Concern about Mpox’s rising deaths and surge in cases

Mpox a concern globally. file image

Mpox a concern globally. file image

Published Jul 7, 2024


Cape Town - The World Health Organization together with academics and professionals in the health sector, including the National Institute for Communicable Diseases, engaged this week in a Health Systems Strengthening seminar as the number of mpox cases recorded stands close to 100 000, with 203 deaths globally, three of which were reported in South Africa.

They said since January 2022, 116 member states of WHO have reported mpox cases across its six regions.

As of May 31 this year, there were a total of 97 745 laboratory-confirmed cases and 535 probable cases, including 203 deaths, and in the past month, 15 countries reported an increase.

Dr Joseph Wamala, an epidemiologist, said the fatalities were a concern.

“In May there were around 700 (infection) cases reported. These are the trends in deaths, with the highest fatality rates reported in the South-East Asia.

“Underlying co-morbidities are the driving force of the number of cases that we see, such as HIV including mutations.”

In an index shown on the global mpox deaths by month and region, the African continent had 30 deaths.

Wamala added that South Africa reported three deaths for 2024, while the Democratic Republic of Congo reported eight, Cameroon, three and Liberia five, making South Africa and Cameroon the third highest countries for fatalities this year so far.

He added that with contact tracing, the Western Cape had 39 cases, while Gauteng reported 55 and KwaZulu-Natal had 54, and that of the 16 cases in the country, all were men between the ages of 23 and 43.

The doctor explained that due to the epidemiological curve of laboratory-confirmed mpox cases by province, in South Africa in 2024, 15 out of 16 cases were classified as severe.

“In all, 85% (11 out 16) are HIV positive, with either an unmanaged or recently diagnosed disease,” he said.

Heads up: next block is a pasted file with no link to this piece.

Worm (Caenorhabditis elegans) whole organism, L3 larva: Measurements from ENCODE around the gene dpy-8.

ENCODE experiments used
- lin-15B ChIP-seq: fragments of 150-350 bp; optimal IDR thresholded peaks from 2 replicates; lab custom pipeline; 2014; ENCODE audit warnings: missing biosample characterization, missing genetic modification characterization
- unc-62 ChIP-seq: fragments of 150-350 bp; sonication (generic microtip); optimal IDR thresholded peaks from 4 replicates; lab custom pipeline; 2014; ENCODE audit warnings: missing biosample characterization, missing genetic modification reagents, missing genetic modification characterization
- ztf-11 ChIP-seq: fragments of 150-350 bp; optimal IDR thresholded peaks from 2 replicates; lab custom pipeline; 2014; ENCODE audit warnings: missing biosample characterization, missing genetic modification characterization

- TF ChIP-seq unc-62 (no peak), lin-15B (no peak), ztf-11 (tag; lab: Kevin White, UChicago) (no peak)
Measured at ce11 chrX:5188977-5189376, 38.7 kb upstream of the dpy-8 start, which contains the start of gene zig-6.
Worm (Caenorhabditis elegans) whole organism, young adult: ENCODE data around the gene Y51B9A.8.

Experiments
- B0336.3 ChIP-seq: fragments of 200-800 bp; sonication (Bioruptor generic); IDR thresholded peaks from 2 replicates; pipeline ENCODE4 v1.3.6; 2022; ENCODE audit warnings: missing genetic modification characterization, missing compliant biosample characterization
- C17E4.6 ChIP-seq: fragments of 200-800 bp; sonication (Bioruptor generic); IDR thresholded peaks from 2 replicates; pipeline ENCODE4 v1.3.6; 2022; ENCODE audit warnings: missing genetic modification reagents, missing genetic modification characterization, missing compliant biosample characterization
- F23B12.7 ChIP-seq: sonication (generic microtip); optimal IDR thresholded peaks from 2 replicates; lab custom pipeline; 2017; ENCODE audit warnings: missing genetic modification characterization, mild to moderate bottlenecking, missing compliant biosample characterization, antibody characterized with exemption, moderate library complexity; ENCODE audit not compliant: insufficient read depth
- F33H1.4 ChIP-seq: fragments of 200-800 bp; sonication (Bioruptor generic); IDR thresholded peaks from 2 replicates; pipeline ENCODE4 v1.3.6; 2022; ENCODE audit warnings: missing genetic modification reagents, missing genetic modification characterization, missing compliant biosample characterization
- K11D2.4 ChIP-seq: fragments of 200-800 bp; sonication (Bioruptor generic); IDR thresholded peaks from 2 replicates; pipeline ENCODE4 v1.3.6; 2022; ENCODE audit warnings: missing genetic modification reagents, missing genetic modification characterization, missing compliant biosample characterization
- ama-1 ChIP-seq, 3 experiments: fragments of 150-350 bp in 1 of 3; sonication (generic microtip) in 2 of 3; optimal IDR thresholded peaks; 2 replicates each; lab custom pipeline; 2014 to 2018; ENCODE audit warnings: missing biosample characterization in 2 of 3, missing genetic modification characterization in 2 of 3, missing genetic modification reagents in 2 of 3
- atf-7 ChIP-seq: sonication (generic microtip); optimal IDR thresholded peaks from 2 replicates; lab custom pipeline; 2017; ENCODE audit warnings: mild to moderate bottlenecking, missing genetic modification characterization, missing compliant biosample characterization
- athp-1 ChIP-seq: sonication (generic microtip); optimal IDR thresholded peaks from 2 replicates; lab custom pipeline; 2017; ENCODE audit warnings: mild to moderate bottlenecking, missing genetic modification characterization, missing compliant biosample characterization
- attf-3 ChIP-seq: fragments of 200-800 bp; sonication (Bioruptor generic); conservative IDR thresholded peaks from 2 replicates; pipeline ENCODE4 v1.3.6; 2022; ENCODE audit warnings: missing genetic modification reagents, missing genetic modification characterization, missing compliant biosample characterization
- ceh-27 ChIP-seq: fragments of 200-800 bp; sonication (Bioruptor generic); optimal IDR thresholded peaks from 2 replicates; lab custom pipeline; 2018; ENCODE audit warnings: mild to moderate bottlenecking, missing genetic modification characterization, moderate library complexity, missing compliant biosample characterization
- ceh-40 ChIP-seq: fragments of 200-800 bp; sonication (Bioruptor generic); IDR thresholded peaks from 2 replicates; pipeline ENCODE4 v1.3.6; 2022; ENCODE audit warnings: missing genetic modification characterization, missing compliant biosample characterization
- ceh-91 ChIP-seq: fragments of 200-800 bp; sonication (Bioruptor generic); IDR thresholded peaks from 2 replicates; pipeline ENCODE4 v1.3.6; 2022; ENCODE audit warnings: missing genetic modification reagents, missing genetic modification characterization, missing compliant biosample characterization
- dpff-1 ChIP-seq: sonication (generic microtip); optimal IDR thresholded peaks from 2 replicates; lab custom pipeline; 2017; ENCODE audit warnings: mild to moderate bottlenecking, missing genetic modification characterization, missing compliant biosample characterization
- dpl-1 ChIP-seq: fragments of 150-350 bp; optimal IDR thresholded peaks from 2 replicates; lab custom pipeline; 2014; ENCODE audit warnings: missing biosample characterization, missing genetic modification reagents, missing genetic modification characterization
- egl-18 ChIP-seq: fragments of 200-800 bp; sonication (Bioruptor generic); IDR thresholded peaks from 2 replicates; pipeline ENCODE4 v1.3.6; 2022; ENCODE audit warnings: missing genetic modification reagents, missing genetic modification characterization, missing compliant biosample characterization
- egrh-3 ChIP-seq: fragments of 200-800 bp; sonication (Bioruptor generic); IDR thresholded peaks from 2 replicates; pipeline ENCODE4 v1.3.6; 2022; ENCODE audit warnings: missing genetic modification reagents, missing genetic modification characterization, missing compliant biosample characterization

“Seven out of the 16 received tecovirimat treatment through Sahpra (SA Health Products Regulatory Authority) Section approval.”

Dr Siddharth Nair of the National Institute for Communicable Diseases said some of the cases globally showed infection in females.

“Some 96% of cases with available data are males with a median age 34, males between 18 and 44,” she said.

“And 3.6 % of cases with available data are female. Most common transmission is via sexual encounters.

“A total of 85.7 % of the cases with sexual data identify as men who have sex with men.

“A total of 51.9% of cases with known HIV status were people living with HIV.”

Nair said in the West and Central Africa region, as of May 359 were males 313 were females, and 119 were 0 to 4 years old (transmission in infants and children).”

The WHO explained that the first mpox case in humans was reported in the 1970s and that in 2023 and 2024 there was a significant increase in cases and deaths. Mpox was first detected in monkeys in 1958 in Denmark, which were from Africa.

They said globally they were working on recruiting retired professionals if needed, and would focus on surveillance, analysis, field support to global initiatives in strengthening partnerships in the fight against mpox.

Last month, the Western Cape reported its first case, with a total of 16 cases across the country.

Weekend Argus